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Black Spots On Tongue: What To Do?

May 6, 2024Oral health

What To Do With The Black Spots On Tongue?

Maintaining good oral hygiene may help reduce or remove black spots on the tongue. It is recommended to brush your teeth twice daily with a soft-bristle toothbrush, floss daily, and include brushing your tongue as part of your oral hygiene routine. If the spots disappear after brushing, additional steps may not be needed. However, if the spots continue to appear, it is recommended to seek advice from a dentist for a thorough diagnosis and treatment plan.

Laser procedures for dark spots on the tongue are usually brief, lasting only a few minutes. After assessing the severity of the spots, your dentist will provide an estimate of the duration of each treatment session.

It is recommended to seek advice from a dentist or another healthcare professional for any questions regarding medical issues or treatments.


What Causes Dark Spots on the Tongue?

Tongue pigmentation, or Pigmented Fungiform Papillae of the Tongue (PPT), leads to the development of dark spots on the tongue. These spots vary in size from small marks to large patches. Tongue pigmentation is more commonly seen in individuals with darker skin tones than those with lighter skin tones, although it can affect anyone. This condition can typically appear in childhood, but can also be seen in adults.

Black spots on the tongue may indicate various health issues, which can range from minor to potentially serious. Here are six potential causes for black spots on the tongue:

Chemical Exposure

Chemicals can affect the taste buds on the tongue, causing them to darken. Certain medications contain ingredients that can affect the color of taste buds or lead to the formation of black spots. Bismuth is a chemical element that has the ability to change color and is used in certain medications.


Black spots on the tongue may be caused by injuries or cuts, such as those from tongue piercings or sharp objects. Severe damage that does not heal properly may result in the formation of black spots on the tongue.

Tongue Cancer

Symptoms of tongue cancer may include dark patches on the tongue, which can present as persistent sores or scabs. These lesions may cause symptoms like swelling and lumps, potentially resulting in swallowing difficulties. It is important to seek medical attention promptly if you notice any of these signs in order to address the issue in its early stages. Leukoplakia is a condition marked by white or gray spots that could be a sign of a pre-cancerous condition.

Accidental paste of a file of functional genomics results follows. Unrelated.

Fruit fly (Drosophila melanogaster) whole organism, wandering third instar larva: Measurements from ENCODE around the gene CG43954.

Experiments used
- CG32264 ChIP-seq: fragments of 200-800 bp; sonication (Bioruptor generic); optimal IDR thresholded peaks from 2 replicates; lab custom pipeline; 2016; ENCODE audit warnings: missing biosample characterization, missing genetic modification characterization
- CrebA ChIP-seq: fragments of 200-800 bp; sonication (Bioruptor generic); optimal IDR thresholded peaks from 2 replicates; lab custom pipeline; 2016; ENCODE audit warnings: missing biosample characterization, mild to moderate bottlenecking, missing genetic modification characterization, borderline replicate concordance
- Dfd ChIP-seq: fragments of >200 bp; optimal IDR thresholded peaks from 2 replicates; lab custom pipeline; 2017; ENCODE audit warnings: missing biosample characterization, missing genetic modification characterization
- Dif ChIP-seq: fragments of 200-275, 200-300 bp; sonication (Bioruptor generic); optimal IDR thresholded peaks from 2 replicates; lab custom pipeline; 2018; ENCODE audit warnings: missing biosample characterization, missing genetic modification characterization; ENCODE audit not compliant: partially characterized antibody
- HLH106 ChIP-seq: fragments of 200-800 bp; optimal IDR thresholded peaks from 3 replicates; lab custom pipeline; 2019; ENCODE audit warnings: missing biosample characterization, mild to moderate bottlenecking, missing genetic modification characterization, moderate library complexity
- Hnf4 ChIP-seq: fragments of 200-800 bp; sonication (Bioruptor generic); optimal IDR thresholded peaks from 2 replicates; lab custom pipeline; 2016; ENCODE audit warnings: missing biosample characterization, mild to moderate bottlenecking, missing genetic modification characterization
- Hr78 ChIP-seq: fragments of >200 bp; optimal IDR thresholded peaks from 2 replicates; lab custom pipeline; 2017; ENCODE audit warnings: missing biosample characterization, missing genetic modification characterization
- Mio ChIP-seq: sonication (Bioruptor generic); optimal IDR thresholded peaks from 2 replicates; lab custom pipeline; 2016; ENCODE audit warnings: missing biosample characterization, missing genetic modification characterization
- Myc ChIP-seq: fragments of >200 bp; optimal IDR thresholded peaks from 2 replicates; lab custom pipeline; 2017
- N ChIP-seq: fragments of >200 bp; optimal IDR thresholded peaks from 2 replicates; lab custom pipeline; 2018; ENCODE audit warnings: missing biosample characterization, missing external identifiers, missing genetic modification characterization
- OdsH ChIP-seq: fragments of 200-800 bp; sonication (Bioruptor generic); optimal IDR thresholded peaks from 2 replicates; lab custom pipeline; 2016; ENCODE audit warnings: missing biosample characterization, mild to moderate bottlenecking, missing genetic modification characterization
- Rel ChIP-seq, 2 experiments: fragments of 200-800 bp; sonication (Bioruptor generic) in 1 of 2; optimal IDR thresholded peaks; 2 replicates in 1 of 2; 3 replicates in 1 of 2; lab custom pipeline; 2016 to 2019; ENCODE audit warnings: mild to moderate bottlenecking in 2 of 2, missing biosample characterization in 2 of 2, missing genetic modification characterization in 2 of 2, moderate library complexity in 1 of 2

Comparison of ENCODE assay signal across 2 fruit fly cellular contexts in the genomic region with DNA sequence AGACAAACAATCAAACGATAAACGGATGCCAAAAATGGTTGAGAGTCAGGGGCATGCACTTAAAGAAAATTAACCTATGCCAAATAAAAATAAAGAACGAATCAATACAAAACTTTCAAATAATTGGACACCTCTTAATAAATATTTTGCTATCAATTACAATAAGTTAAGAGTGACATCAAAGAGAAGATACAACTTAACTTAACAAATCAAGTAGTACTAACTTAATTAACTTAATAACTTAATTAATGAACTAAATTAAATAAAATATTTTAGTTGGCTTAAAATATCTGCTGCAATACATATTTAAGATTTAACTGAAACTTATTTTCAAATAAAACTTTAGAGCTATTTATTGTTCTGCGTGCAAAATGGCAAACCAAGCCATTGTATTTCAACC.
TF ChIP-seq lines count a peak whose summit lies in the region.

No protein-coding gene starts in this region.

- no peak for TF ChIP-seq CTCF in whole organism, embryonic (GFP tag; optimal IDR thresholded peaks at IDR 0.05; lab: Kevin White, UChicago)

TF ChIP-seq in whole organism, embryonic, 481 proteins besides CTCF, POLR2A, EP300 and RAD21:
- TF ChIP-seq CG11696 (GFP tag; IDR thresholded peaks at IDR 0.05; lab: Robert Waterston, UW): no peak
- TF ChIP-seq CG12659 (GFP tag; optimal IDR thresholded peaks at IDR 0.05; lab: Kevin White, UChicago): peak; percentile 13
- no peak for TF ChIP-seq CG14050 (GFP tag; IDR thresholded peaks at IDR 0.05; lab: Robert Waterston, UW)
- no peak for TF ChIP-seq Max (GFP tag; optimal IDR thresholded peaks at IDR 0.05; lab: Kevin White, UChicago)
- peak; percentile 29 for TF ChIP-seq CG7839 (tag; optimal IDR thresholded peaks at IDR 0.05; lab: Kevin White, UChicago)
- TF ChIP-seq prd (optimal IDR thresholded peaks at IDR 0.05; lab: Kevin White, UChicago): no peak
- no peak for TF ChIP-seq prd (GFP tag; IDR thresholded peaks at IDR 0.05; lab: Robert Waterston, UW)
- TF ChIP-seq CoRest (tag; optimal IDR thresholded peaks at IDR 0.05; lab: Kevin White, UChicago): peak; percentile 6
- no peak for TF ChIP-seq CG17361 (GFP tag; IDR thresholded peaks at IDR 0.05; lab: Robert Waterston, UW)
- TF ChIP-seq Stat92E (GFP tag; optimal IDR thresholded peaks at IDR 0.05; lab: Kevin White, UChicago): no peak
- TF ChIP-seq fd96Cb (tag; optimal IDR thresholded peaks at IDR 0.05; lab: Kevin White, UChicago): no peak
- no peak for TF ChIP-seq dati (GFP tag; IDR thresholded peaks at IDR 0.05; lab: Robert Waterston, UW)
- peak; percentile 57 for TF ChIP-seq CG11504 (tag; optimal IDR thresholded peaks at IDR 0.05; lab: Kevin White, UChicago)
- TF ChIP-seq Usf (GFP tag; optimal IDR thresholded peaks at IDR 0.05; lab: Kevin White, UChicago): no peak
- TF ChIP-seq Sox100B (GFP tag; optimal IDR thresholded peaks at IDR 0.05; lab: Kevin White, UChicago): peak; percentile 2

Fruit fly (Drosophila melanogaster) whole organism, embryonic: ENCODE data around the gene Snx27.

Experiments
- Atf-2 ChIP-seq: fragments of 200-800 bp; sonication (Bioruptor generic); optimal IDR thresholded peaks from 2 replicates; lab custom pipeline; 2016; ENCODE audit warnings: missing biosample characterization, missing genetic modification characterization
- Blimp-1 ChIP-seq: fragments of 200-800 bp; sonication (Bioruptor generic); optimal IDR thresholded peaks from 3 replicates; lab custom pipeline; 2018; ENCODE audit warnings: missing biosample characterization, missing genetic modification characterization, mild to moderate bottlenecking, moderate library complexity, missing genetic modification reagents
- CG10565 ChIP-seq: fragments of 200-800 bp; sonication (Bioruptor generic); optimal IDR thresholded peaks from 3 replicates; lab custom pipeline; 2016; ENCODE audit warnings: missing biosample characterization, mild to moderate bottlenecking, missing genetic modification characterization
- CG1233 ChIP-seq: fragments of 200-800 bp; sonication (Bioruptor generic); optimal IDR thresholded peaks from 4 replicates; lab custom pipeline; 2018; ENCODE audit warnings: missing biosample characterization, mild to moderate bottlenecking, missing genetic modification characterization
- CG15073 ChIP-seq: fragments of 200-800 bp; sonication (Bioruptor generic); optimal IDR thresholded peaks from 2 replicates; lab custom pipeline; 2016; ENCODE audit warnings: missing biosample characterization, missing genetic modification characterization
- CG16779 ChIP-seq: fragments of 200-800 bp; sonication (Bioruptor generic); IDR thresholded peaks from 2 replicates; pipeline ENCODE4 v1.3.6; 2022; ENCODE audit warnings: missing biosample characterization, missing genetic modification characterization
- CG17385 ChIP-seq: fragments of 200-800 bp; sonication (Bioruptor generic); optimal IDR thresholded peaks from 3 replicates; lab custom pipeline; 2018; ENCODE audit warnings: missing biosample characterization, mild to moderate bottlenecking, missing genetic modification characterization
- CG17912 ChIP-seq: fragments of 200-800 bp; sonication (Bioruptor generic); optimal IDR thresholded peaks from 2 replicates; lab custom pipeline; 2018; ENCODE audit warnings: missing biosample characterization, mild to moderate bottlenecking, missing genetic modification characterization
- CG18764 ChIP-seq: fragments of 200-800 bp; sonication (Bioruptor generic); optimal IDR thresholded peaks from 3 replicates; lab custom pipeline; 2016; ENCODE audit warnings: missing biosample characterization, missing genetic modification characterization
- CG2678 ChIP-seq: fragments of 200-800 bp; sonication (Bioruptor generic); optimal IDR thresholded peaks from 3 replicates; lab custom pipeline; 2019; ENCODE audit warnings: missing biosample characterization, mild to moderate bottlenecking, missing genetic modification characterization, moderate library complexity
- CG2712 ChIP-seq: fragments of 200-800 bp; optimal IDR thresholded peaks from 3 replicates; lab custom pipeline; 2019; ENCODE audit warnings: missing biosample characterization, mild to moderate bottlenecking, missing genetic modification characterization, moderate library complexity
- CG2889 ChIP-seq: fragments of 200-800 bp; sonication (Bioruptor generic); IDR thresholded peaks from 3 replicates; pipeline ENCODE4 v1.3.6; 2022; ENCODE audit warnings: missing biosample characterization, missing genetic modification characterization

Poor Hygiene

Excessive consumption of anything can lead to negative effects, including impacts on our health. Consuming excessive amounts of certain foods or not properly caring for dental hygiene may result in the appearance of dark spots on the tongue. These marks may result from consuming beverages containing caffeine, such as coffee, or alcoholic drinks like wine. Improper oral care, including not brushing regularly and neglecting to clean the tongue, can cause papillae to absorb pigment from foods, resulting in the development of black spots.

Hairy Black Tongue

Hairy black tongue may sound scary, but it is usually a harmless condition resulting from a buildup of dead cells on the tongue’s surface. The taste buds on the tongue’s surface are located near small bumps called papillae. Hairy black tongue is a condition where dead cells on the tongue do not shed properly, causing dark spots, a metallic taste in the mouth, and bad breath. The formation of black spots is caused by the interaction of bacteria or fungus with accumulated dead cells.

Improper dental care, along with excessive alcohol and caffeine consumption, can result in the formation of a black hairy tongue. Fortunately, effective antifungal or antibacterial remedies are available to address this issue.

Tongue Discoloration

Hyperpigmentation can be caused by an excess of pigment in the skin, resulting in freckles of various colors such as black, purple, brown, grey, or blue. This condition can indicate underlying health issues such as adrenal or genetic disorders like Addison’s disease or Peutz-Jeghers Syndrome. Pigment is important in determining our hair, skin, and eye color.

Chemotherapy can result in temporary discoloration of the tongue, which typically resolves within a few weeks. Additionally, white to grey spots on the tongue’s sides may indicate the development of leukoplakia or oral hairy leukoplakia, an autoimmune condition.

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